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Redneck1616
February 24, 2009, 11:57 PM
What would be the best way to strip the old finish from a wood stock.:confused: I want to refinish one of my old guns.

DBotkin
February 25, 2009, 12:03 AM
I found Citristrip to be an excellent stripper. It works far better than my old can of Bix solvent stripper, and doesn't stink up the house. Took the finish out of checkering even. I love the stuff, highly recommend it. Don't let the orange aroma fool you, wear gloves or work where you can wash your hands quickly. That stuff will really go to work, on the wood or on you.

Swampghost
February 25, 2009, 12:14 AM
Any idea about the old finish(s)? I know that you don't want to hear this but the best way is manual labor (sanding).

Chemical stripping can drive the old finish into the wood pores and create more problems. Scraping is a job for experts.

Refinishing wood/antiques has been a business sideline since 1938. Rifles since 1946.

Storm27m
February 25, 2009, 12:30 PM
Take this for what it is worth as I have only refinished one stock. I used a chemical stripper that I got from Lowes. I applied the stripper and let it soak per the directions. Then I used a cheap plastic scraper to scrape the stripper and some of the old finish off. I had to repeat the process several times before I got down to bare wood. It was a lot of work to get the old finish off, but I had no problems with the stripper getting the old finish into the wood pores. The plastic scraper caused ZERO damage to the stock.

For the checkering, I really gooped the stripper (gel stripper) into the checkering and let it sit until if was a thick, boogery consistency. I used a nylon bristle brush (from a gun cleaning kit) to brush the stripper and finish out. Again, it took several applications of stripper to get all the finish out.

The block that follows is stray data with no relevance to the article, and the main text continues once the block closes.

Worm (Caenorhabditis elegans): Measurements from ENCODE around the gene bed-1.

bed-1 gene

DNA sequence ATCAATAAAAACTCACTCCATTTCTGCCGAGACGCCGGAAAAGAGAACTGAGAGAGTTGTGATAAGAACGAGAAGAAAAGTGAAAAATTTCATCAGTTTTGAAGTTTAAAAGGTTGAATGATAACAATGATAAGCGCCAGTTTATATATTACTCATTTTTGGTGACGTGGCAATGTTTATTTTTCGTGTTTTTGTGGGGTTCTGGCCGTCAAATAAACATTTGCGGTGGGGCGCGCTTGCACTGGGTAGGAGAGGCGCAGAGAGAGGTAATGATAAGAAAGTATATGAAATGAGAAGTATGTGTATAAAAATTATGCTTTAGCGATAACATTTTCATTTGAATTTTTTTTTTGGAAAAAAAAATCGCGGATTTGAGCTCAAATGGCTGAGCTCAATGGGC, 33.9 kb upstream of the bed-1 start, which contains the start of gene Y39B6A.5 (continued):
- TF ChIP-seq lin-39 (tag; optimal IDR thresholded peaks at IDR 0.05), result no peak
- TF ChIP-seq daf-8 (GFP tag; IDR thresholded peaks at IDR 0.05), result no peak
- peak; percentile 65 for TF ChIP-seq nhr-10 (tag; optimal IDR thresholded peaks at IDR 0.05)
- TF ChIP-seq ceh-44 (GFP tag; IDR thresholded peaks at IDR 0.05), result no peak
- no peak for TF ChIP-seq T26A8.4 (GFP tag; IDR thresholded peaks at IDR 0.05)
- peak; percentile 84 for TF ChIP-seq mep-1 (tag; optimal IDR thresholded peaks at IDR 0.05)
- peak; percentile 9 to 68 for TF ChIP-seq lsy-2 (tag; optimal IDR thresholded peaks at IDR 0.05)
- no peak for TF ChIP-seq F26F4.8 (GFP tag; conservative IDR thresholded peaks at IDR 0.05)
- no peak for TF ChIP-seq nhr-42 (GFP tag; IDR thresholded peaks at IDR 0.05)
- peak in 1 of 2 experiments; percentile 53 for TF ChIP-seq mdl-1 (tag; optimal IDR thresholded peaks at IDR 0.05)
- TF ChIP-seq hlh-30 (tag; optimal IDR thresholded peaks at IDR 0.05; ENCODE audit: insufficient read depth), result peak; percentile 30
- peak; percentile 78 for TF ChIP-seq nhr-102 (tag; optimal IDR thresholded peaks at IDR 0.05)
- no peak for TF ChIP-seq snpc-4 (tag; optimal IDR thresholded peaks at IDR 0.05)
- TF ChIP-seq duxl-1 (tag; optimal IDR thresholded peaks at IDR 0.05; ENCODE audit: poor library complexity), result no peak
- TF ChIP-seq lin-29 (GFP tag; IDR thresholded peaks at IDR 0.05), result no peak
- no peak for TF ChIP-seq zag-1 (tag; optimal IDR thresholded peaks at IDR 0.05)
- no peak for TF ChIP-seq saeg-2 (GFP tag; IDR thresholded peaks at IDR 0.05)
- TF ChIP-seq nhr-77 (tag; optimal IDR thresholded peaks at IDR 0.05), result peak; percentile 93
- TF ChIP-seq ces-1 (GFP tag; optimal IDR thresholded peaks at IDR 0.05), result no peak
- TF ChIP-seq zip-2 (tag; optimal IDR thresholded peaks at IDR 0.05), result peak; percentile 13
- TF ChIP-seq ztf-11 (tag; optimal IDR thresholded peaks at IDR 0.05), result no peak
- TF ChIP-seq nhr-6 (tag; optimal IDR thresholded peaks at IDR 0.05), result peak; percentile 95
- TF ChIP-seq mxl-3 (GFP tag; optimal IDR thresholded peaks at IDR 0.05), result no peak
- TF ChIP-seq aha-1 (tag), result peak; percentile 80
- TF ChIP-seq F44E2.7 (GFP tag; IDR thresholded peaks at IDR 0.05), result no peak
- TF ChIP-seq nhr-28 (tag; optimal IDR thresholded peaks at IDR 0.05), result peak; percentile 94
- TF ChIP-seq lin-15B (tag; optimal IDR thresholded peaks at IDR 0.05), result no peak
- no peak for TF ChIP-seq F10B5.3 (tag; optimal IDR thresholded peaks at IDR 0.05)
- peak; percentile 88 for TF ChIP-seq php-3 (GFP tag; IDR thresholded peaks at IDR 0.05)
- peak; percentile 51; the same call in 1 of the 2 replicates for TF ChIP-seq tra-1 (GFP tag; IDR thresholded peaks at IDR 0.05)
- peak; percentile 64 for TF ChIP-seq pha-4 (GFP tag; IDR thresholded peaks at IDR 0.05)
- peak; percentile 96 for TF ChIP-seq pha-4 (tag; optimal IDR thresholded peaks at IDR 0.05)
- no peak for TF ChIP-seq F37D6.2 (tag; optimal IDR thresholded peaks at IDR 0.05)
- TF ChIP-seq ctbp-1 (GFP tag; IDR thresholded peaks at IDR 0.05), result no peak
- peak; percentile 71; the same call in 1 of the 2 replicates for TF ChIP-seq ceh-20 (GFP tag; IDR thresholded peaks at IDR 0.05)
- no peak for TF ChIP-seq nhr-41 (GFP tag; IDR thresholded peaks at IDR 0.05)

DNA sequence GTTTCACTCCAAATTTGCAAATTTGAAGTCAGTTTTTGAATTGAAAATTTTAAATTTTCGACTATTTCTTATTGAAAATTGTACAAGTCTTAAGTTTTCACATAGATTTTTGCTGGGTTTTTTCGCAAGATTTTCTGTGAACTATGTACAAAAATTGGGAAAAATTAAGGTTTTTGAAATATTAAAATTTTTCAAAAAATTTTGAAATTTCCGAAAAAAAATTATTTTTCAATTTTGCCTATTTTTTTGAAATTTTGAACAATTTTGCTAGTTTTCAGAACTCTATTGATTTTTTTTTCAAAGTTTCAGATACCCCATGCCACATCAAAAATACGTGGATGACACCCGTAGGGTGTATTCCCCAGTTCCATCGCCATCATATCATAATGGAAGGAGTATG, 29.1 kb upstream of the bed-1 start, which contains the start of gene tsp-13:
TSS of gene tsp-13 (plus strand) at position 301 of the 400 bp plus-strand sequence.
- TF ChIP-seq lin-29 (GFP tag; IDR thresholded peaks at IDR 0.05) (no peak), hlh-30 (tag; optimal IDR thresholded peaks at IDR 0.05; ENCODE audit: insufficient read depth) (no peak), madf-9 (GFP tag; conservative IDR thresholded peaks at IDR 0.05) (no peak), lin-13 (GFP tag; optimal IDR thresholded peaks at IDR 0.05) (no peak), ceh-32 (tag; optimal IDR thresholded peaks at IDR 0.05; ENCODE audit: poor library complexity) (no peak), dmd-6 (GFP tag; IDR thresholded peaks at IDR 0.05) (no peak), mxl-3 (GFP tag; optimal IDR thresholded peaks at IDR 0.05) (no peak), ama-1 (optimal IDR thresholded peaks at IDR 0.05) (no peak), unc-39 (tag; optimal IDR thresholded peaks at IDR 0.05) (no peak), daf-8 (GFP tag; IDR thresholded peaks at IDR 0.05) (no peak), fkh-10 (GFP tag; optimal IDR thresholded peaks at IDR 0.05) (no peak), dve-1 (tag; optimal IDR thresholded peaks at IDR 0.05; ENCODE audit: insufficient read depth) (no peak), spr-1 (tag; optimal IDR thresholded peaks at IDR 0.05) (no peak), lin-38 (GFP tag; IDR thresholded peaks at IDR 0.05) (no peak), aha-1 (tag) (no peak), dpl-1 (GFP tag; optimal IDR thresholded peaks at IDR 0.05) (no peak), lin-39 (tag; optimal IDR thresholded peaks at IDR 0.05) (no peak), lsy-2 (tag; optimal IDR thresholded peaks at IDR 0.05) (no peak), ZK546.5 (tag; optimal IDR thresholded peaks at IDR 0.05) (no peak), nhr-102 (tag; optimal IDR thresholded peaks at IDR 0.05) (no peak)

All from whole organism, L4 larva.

Once everything was all done, I gave the whole stock a light sanding with steel wool (minus the checkering), worked the stock over with a tack cloth, and moved on to the refinishing. It turned out to be a great project with no issues whatsoever......well except a lot more elbow grease than I imagined.

Link with pictures:

http://www.marlinowners.com/forums/index.php/topic,27303.0.html

DBotkin
March 3, 2009, 06:31 PM
Storm, that's the same method I used for the checkering. Citristrip on heavy, let it sit a couple of hours, nylon brush took it down to the wood in no time.

Mine was a Remington 700 ADL with pressed checkering. Though the wood showed some rough spots where the checkering was pressed in, the stripper got ever speck of old varnish out of it. It did a wonderful job, clean as a whistle with no sign of anything being driven deeper into the wood -- whatever that might mean. A dozen or so coats of Lin-Speed, some rottenstone and it looks great now.

Doyle
March 3, 2009, 06:58 PM
If you have deep checkering, use a soft toothbrush (but not your wife's) with the stripper.